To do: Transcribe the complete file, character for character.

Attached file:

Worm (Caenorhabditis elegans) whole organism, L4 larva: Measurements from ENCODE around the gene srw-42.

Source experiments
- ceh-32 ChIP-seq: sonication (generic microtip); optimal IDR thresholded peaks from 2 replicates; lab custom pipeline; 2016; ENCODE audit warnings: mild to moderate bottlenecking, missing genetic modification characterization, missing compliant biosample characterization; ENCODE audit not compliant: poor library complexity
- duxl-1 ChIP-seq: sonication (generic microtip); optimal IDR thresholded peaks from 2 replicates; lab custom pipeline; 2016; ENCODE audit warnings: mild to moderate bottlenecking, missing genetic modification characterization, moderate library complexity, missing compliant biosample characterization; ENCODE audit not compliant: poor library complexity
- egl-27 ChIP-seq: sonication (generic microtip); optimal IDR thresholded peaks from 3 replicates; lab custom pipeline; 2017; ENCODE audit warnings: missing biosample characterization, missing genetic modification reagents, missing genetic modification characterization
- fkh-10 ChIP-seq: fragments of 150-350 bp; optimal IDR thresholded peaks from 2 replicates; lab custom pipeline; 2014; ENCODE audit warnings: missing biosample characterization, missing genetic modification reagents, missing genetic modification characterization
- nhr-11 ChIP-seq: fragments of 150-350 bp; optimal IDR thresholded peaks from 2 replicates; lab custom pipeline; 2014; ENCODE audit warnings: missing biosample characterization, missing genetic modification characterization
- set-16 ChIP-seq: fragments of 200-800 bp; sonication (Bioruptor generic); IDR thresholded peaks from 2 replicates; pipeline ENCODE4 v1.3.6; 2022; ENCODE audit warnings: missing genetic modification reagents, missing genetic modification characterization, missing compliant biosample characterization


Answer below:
Worm (Caenorhabditis elegans) whole organism, L4 larva: Measurements from ENCODE around the gene srw-42.

Source experiments
- ceh-32 ChIP-seq: sonication (generic microtip); optimal IDR thresholded peaks from 2 replicates; lab custom pipeline; 2016; ENCODE audit warnings: mild to moderate bottlenecking, missing genetic modification characterization, missing compliant biosample characterization; ENCODE audit not compliant: poor library complexity
- duxl-1 ChIP-seq: sonication (generic microtip); optimal IDR thresholded peaks from 2 replicates; lab custom pipeline; 2016; ENCODE audit warnings: mild to moderate bottlenecking, missing genetic modification characterization, moderate library complexity, missing compliant biosample characterization; ENCODE audit not compliant: poor library complexity
- egl-27 ChIP-seq: sonication (generic microtip); optimal IDR thresholded peaks from 3 replicates; lab custom pipeline; 2017; ENCODE audit warnings: missing biosample characterization, missing genetic modification reagents, missing genetic modification characterization
- fkh-10 ChIP-seq: fragments of 150-350 bp; optimal IDR thresholded peaks from 2 replicates; lab custom pipeline; 2014; ENCODE audit warnings: missing biosample characterization, missing genetic modification reagents, missing genetic modification characterization
- nhr-11 ChIP-seq: fragments of 150-350 bp; optimal IDR thresholded peaks from 2 replicates; lab custom pipeline; 2014; ENCODE audit warnings: missing biosample characterization, missing genetic modification characterization
- set-16 ChIP-seq: fragments of 200-800 bp; sonication (Bioruptor generic); IDR thresholded peaks from 2 replicates; pipeline ENCODE4 v1.3.6; 2022; ENCODE audit warnings: missing genetic modification reagents, missing genetic modification characterization, missing compliant biosample characterization